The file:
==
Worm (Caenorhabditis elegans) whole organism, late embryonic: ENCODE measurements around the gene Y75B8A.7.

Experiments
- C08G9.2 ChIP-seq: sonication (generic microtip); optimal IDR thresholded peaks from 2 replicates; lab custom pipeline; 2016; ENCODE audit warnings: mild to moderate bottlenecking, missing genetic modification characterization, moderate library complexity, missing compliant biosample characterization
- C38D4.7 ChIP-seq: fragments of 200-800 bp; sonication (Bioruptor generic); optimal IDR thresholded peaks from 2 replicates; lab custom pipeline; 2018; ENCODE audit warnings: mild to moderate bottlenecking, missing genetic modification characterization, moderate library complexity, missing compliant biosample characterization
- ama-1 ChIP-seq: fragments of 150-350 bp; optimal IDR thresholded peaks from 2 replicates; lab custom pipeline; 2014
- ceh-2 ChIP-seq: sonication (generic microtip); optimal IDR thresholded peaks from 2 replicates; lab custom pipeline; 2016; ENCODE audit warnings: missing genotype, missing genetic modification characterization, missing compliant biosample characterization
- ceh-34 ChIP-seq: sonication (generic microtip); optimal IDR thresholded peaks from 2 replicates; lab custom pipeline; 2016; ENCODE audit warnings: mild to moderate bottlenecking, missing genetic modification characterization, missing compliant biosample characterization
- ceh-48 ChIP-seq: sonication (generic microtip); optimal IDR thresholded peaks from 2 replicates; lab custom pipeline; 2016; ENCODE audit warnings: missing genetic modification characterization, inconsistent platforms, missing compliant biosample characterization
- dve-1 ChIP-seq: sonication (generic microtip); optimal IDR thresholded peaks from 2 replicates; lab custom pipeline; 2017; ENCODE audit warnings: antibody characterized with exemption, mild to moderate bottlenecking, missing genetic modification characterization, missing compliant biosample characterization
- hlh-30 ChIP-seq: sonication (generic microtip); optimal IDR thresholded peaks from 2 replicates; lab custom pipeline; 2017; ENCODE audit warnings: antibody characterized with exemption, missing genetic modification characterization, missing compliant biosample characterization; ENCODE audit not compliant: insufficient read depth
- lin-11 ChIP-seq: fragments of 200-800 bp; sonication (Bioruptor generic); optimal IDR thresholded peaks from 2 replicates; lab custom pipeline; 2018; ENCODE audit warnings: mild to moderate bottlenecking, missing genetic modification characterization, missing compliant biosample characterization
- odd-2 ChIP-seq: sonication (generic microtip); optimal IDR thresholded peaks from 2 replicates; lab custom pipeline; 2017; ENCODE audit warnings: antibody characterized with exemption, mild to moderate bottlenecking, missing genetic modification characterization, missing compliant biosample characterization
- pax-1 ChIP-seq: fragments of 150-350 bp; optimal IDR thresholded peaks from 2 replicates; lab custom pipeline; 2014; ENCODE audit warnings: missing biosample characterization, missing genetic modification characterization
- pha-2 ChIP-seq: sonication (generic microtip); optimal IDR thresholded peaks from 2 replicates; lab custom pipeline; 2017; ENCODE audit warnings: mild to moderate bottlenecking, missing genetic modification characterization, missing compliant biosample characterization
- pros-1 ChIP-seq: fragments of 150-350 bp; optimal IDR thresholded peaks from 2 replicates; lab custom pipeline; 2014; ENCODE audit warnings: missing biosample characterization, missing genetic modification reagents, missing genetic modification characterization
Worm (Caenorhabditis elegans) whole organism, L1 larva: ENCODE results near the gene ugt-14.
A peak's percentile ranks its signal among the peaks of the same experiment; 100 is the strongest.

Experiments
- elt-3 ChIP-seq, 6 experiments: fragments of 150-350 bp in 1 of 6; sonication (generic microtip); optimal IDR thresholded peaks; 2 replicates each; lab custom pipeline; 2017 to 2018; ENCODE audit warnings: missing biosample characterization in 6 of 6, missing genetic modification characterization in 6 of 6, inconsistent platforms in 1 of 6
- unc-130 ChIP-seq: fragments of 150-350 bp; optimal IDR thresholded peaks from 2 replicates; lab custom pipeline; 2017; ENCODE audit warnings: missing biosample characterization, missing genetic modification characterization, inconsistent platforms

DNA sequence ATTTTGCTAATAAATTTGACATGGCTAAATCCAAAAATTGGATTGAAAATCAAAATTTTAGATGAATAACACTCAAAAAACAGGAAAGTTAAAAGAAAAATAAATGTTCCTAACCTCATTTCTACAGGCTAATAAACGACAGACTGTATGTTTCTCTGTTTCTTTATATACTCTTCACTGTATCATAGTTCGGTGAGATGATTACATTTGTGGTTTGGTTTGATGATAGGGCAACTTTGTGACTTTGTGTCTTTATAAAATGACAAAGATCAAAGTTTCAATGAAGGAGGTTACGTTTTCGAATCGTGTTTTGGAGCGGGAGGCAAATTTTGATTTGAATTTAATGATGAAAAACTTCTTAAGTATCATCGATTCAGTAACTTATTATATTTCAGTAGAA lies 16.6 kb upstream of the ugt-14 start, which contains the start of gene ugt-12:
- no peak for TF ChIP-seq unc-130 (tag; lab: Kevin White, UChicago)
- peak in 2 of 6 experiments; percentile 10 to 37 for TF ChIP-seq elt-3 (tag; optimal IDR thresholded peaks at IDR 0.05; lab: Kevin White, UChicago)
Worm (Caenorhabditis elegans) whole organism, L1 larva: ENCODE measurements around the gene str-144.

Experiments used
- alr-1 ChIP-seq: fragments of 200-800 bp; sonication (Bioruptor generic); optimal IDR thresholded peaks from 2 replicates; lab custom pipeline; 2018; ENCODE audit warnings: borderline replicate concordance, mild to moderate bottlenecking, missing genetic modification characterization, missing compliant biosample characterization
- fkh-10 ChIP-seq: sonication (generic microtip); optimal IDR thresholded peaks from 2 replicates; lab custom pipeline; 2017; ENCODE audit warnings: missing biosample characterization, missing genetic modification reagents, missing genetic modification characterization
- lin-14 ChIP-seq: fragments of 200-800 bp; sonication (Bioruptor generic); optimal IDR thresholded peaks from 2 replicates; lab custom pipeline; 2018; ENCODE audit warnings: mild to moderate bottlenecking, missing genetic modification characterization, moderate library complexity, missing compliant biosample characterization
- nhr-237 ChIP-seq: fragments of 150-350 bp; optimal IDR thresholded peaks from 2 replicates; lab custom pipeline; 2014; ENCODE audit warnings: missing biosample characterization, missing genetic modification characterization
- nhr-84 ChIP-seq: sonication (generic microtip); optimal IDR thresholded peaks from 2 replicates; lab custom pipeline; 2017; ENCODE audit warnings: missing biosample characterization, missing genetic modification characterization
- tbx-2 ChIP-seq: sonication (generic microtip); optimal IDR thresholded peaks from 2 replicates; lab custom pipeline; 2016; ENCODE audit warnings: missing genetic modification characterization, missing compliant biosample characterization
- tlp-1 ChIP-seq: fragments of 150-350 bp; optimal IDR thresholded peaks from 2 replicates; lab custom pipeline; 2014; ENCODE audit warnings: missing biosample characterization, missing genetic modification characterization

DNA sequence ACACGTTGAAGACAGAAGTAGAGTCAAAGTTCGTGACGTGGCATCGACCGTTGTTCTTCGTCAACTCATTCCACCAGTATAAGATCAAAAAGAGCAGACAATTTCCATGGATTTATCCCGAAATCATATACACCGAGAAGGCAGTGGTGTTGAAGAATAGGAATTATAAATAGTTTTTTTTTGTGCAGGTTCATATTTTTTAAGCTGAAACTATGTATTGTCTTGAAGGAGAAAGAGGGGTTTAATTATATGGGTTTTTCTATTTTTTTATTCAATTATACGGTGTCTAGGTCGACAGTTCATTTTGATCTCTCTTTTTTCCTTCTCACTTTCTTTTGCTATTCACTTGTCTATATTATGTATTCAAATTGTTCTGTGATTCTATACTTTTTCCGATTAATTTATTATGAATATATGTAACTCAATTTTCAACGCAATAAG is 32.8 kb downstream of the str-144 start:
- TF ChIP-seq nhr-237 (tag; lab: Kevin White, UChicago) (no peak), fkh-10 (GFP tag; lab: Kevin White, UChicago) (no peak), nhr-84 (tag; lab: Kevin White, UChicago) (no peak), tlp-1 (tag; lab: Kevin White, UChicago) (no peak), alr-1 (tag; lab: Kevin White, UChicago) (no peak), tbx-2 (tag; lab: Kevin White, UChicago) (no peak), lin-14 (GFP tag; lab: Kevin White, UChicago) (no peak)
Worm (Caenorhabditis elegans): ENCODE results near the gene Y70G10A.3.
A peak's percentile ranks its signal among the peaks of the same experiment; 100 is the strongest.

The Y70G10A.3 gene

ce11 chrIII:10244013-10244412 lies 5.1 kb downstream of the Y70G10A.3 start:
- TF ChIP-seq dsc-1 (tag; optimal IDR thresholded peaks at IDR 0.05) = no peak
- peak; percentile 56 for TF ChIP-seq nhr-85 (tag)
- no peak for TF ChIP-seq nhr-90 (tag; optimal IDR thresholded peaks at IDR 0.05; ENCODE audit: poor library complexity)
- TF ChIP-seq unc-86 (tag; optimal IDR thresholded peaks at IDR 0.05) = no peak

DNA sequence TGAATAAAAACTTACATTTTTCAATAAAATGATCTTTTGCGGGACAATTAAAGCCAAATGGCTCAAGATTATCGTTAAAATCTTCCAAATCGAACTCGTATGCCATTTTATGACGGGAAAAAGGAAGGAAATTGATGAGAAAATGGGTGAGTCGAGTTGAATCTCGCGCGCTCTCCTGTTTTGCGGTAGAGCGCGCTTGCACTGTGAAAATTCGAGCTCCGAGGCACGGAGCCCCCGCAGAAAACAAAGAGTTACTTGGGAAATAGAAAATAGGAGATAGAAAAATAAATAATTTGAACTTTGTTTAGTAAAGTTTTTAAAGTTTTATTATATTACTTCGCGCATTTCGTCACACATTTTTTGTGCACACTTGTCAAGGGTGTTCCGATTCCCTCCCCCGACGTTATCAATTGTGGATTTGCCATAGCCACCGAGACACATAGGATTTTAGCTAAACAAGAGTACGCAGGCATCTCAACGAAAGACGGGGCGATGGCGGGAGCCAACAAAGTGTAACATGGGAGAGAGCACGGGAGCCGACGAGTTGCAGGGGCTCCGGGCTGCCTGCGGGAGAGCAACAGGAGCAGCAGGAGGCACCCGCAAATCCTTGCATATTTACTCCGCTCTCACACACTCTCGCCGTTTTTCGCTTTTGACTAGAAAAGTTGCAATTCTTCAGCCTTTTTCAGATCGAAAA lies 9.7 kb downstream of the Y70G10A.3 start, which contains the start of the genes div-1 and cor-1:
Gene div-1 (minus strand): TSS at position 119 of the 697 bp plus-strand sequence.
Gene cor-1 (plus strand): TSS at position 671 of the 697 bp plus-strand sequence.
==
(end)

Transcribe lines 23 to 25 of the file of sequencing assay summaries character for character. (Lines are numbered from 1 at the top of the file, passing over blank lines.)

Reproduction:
- peak in 2 of 6 experiments; percentile 10 to 37 for TF ChIP-seq elt-3 (tag; optimal IDR thresholded peaks at IDR 0.05; lab: Kevin White, UChicago)
Worm (Caenorhabditis elegans) whole organism, L1 larva: ENCODE measurements around the gene str-144.

Experiments used